Officially known as the Independent State of Samoa, Samoa is a country within Oceania that encompasses the western part of the Samoan Islands, in the South Pacific Ocean. The country used to be known as Western Samoa. It became independent from New Zealand in 1962. To be understood in Samoa, the country’s official languages are Samoan and English. There is also Samoan Sign Language that is used by some of the deaf population within the country. The temperatures within the country of Samoa can reach an annual average high of 30.22 degrees Celsius or 86.39 degrees Fahrenheit, with an annual average low of 23.48 degrees Celsius or 74.27 degrees Fahrenheit. Among the districts within Upolu Tuamasaga (Afega) are A'ana (Leulumoega). Aiga-i-le-Tai (Mulifanua)1, Atua (Lufilufi), and Va'a-o-Fonoti (Samamea); districts within Savai'i Fa'asaleleaga (Safotulafai) are Gaga'emauga (Saleaula), Gaga'ifomauga (Safotu), Vaisigano (Asau), Satupa'itea (Satupa'itea), and Palauli (Vailoa). The country of Samoa is divided into three ethnic groups, the Samoans, Euronesians, and Europeans.
What to see & do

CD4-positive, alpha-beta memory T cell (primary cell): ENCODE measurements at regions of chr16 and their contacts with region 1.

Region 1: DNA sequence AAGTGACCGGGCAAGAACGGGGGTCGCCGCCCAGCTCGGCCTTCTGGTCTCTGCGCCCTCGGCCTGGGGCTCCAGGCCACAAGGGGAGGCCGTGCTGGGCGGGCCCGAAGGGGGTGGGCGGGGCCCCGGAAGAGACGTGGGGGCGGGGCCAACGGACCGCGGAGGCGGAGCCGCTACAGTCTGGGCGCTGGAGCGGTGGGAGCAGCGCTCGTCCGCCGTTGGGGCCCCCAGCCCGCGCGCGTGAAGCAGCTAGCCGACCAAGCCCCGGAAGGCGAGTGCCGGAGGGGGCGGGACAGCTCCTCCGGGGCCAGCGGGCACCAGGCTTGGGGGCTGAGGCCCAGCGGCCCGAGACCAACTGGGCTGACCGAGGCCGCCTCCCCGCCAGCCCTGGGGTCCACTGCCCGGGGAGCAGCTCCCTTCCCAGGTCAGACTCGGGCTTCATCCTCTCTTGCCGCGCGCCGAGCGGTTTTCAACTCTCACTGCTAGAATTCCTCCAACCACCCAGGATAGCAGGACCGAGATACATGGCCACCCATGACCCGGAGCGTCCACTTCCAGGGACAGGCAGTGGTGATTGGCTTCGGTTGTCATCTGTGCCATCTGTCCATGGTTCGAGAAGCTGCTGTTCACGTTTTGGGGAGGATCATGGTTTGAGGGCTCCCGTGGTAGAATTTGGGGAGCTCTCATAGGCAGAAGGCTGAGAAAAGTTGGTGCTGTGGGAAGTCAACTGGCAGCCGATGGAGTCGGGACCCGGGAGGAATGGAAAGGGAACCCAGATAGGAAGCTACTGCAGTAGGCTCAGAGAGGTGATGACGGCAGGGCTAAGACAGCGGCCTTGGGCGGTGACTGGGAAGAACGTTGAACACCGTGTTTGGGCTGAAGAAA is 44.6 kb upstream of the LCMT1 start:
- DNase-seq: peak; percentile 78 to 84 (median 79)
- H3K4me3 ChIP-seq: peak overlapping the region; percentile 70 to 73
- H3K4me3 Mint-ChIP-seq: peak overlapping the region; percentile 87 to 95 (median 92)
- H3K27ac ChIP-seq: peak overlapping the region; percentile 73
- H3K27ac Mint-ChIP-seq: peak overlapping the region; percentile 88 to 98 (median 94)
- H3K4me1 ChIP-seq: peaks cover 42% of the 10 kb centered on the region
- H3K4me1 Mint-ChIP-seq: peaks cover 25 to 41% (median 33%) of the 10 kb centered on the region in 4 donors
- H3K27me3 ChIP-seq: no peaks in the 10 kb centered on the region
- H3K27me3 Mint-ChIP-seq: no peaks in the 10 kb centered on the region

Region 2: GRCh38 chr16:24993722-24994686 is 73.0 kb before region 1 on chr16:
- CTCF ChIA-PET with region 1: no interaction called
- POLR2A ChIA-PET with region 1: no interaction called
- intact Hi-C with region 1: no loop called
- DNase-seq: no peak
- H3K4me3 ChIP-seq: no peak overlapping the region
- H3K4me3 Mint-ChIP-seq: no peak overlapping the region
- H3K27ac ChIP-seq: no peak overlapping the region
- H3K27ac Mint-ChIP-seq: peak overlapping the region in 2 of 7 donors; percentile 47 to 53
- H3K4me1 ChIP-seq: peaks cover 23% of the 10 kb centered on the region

Among the destinations to be visited within Samoa include Pulemelei Mound, Lava Field, To Sua Ocean Trench, Robert Louis Stevenson Museum, Maketi Fou, and Piula Cave Pool, within Upolu, Apia, and Savai’i, to name a few. The Lava Field was created with Mt. Matavanu’s eruptions that happened in 1905 and 1911. The eruptions have created a moonscape within Savai’i’s northeastern corner as the 10 metres to around 150 metre-thick lava flowed through the plantations and villages. Robert Louis Stevenson Museum is based within Villa Vailima, the Scottish author’s home that has been restored; the mansion was built in 1890. Piula Cave Pool has two bluish-green freshwater grottoes, located side by side, which is just a couple of metres from the sea. The fish-filled grottoes are swimmable, but one has to be brave enough to swim between the three-metre underwater passage.